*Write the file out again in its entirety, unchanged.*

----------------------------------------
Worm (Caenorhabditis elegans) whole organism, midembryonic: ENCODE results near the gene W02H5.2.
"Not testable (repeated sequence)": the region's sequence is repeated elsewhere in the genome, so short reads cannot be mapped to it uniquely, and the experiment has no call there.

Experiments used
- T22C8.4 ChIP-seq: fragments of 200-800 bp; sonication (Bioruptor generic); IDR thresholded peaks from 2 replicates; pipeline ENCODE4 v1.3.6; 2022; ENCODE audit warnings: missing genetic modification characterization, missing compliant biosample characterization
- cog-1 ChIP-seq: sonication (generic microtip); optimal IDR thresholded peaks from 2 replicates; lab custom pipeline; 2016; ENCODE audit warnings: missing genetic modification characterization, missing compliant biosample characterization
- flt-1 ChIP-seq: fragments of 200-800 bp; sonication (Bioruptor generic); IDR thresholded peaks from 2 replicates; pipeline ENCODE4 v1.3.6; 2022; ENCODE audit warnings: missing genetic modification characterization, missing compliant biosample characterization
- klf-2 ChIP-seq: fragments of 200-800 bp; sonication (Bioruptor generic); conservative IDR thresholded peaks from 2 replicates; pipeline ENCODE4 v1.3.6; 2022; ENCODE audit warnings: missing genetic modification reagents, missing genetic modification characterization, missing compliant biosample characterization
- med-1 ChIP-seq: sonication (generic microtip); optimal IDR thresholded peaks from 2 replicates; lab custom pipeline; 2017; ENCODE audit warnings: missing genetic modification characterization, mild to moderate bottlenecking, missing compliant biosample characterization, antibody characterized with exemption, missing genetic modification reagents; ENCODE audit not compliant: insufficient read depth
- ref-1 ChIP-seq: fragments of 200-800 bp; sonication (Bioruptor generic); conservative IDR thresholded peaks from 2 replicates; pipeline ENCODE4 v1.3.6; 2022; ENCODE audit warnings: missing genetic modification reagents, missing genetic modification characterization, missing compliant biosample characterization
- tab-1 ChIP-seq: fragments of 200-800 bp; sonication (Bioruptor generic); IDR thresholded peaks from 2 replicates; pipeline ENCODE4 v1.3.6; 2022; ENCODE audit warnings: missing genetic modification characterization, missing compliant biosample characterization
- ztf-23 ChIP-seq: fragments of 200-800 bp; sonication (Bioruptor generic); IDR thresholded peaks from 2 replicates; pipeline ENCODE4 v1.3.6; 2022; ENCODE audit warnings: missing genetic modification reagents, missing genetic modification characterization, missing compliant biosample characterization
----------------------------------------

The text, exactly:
Worm (Caenorhabditis elegans) whole organism, midembryonic: ENCODE results near the gene W02H5.2.
"Not testable (repeated sequence)": the region's sequence is repeated elsewhere in the genome, so short reads cannot be mapped to it uniquely, and the experiment has no call there.

Experiments used
- T22C8.4 ChIP-seq: fragments of 200-800 bp; sonication (Bioruptor generic); IDR thresholded peaks from 2 replicates; pipeline ENCODE4 v1.3.6; 2022; ENCODE audit warnings: missing genetic modification characterization, missing compliant biosample characterization
- cog-1 ChIP-seq: sonication (generic microtip); optimal IDR thresholded peaks from 2 replicates; lab custom pipeline; 2016; ENCODE audit warnings: missing genetic modification characterization, missing compliant biosample characterization
- flt-1 ChIP-seq: fragments of 200-800 bp; sonication (Bioruptor generic); IDR thresholded peaks from 2 replicates; pipeline ENCODE4 v1.3.6; 2022; ENCODE audit warnings: missing genetic modification characterization, missing compliant biosample characterization
- klf-2 ChIP-seq: fragments of 200-800 bp; sonication (Bioruptor generic); conservative IDR thresholded peaks from 2 replicates; pipeline ENCODE4 v1.3.6; 2022; ENCODE audit warnings: missing genetic modification reagents, missing genetic modification characterization, missing compliant biosample characterization
- med-1 ChIP-seq: sonication (generic microtip); optimal IDR thresholded peaks from 2 replicates; lab custom pipeline; 2017; ENCODE audit warnings: missing genetic modification characterization, mild to moderate bottlenecking, missing compliant biosample characterization, antibody characterized with exemption, missing genetic modification reagents; ENCODE audit not compliant: insufficient read depth
- ref-1 ChIP-seq: fragments of 200-800 bp; sonication (Bioruptor generic); conservative IDR thresholded peaks from 2 replicates; pipeline ENCODE4 v1.3.6; 2022; ENCODE audit warnings: missing genetic modification reagents, missing genetic modification characterization, missing compliant biosample characterization
- tab-1 ChIP-seq: fragments of 200-800 bp; sonication (Bioruptor generic); IDR thresholded peaks from 2 replicates; pipeline ENCODE4 v1.3.6; 2022; ENCODE audit warnings: missing genetic modification characterization, missing compliant biosample characterization
- ztf-23 ChIP-seq: fragments of 200-800 bp; sonication (Bioruptor generic); IDR thresholded peaks from 2 replicates; pipeline ENCODE4 v1.3.6; 2022; ENCODE audit warnings: missing genetic modification reagents, missing genetic modification characterization, missing compliant biosample characterization